Written by Twisted Ideas
Catherine is developed by Atlus’s Persona Team know for the popular Persona JRPG series. Unlike Persona, Catherine is a puzzle game. You play as Vincent Brooks, a software developer in a long-term relationship with his girlfriend Katherine. You wake up in a nightmare climbing a collapsing tower. The next morning Vincent and Katherine discuss their relationship. Later than night after his friends leave the bar Vincent stays to reflect and meets a woman. He finds himself in the nightmare again discovering that if he can survive and climb the eight floors he can escape the nightmares. Upon waking up is in bed with the beautiful woman from the bar also named Catherine.
Catherine like Persona 3 and 4 divides the gameplay into two parts in this case the puzzle and the social. The puzzle elements consists of you pushing and pulling blocks to create staircases to reach the top of a crumbling tower. What makes it unique is that blocks don’t have to have anything under it to keep it from falling. Blocks that are connected by edges will not fall. This combined with items and various types of blocks (many are lethal), sheep getting in your way and monsters chasing you up the tower makes for a challenging puzzle experience.
The people who designed the puzzle gameplay must hate the player because while fun it is very difficult. Certain parts of a level requires specific solutions based on a block moving techniques. You can easily block all progress by making the wrong move or if one of the various block types ruins your strategy completely. This is alleviated by letting you undo up to nine moves but only in easy and normal mode. Hard mode does not allow you to undo any moves and even the early levels are more difficult than most of normal mode. The camera is focused at the front of the tower but can be moved to view the sides but if you are moving along the backside then you are mostly if not completely out of sight.
Upon completing a level you are taken to a resting zone where you can save and talk to other sheep in the nightmare. Some sheep have distinguishing features and you may be able to share climbing techniques helping each other survive the nightmare. Before starting the next stage of the night you are asked a question in a confessional. These are questions about relationships and it will affect a meter similar to moral choice systems. These questions can affect the ending of the game and you are able to see how other players, divided by male and female, answered the same question on their first playthrough of the game.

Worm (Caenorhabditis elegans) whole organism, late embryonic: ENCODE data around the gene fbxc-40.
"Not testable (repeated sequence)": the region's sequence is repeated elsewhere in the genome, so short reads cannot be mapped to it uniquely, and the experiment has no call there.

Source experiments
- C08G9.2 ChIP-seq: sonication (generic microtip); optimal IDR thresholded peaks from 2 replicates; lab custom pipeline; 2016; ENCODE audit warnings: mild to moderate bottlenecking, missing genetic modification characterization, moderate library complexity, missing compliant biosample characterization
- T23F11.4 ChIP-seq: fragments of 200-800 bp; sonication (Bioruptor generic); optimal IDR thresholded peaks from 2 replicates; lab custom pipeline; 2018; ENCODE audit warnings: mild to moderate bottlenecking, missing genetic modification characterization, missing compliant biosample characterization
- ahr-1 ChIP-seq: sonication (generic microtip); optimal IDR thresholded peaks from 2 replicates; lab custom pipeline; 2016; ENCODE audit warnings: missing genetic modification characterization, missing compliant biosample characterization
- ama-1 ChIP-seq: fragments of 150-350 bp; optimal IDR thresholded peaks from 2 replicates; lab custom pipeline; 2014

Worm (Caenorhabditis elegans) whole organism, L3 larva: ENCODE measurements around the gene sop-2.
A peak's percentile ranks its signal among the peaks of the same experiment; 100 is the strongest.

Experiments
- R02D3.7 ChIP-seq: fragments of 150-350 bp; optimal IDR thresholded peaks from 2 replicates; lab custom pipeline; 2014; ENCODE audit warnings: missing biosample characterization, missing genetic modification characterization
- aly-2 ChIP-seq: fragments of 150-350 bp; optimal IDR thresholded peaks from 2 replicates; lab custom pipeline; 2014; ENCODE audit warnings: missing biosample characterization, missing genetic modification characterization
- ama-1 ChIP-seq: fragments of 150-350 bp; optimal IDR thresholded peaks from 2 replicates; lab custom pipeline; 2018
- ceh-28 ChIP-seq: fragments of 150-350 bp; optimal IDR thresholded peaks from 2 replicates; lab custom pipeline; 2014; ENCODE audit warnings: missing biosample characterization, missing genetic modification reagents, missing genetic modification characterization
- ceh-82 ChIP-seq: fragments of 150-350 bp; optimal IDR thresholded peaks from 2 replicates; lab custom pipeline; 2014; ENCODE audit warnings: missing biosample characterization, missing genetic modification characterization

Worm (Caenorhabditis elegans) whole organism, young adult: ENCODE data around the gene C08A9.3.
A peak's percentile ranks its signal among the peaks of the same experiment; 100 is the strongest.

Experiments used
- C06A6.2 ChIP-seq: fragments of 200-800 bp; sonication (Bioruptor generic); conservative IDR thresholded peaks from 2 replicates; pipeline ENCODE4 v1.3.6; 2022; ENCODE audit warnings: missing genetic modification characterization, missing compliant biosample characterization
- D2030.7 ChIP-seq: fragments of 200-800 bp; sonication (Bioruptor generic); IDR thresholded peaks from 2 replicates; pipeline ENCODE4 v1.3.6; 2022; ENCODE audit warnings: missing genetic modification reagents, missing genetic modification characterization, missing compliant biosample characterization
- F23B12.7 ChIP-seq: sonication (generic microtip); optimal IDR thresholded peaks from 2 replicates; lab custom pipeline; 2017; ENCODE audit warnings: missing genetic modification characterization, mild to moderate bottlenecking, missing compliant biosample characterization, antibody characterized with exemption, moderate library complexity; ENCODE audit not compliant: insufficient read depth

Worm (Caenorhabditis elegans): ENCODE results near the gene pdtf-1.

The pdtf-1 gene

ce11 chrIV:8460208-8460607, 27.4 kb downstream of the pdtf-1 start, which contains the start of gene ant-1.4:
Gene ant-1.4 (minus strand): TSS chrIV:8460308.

After a nightmare is finished Vincent’s life continues and the story progresses. Vincent has to try to figure out how to handle his relationship with Katherine while trying to get Catherine out of the picture and his friends lend their ears and give him advice. At the end of the day you end up in a bar where you can talk to your friends and the regulars and keep in touch with Katherine. Time passes each time you speak with somebody or take a drink making it possible to miss conversations with characters. There is an arcade game called Rapunzel that is a variation of the climbing puzzles in the nightmare which is both addicting and difficult.
You may recognize the regulars in the bar as the sheep in the nightmare but Vincent and they regulars have no memory of the nightmare. You can speak with them to reveal more about their character and story usually dealing with their views of relationships. Talking with them in the bar and the nightmare present questions for you to answer. Your answers at the bar and the nightmare can either motivate them or put them down which will decide whether they live or die by the end of the game.
Catherine’s uses 3D cel-shaded graphics of anime characters. Those who have played Persona 4 will see a lot of similarities in design but the character models are much more expressive and dynamic. Catherine’s graphics are rather bland compared other games with non-realistic graphics like Street Fighter 4 but they are bright and not a deal breaker. The cutscenes oddly jump between 2D and 3D and there doesn’t seem to be any reason to choose one over the other. The music is composed of remixes of classical music. Music from Beethoven, Chopin, Bach and more are recognizable and memorable.
Catherine is one of few games that I can think of that puts adult relationships right on the table. Catherine has what seems to be a moral choice system but what it is are questions about relationships and how you would react to them. Silent Hill: Shattered Memories is the only game that I can think of that dealt with relationship in this fashion. The problem with Shattered Memories was that they had few questions about being married and others that just didn’t apply to me and probably many people. Catherine’s confessional questions apply to anyone regardless of gender or what their relationship status. I would imagine that you would get a varied set of answers. The themes of marriage, cheating and where to go in a relationship are real problems that couples face. When a game confronts real issues like this it feels more real and is a more compelling narrative.
Catherine feels like it is testing the waters for a Persona game for next-gen consoles. There is multiple endings but have to make the choices I didn’t want to my first time around isn’t appealing to me. Catherine is primarily a puzzle game but underneath is commentary on love and relationships handled maturely albeit bizarrely. Games often lack good narrative but have gameplay or vice versa Catherine has both and is better for it. If you enjoy puzzles then you will enjoy Catherine, if you enjoy romance then you will enjoy Catherine. It may not be for everyone but it is a game worth your time even if only once.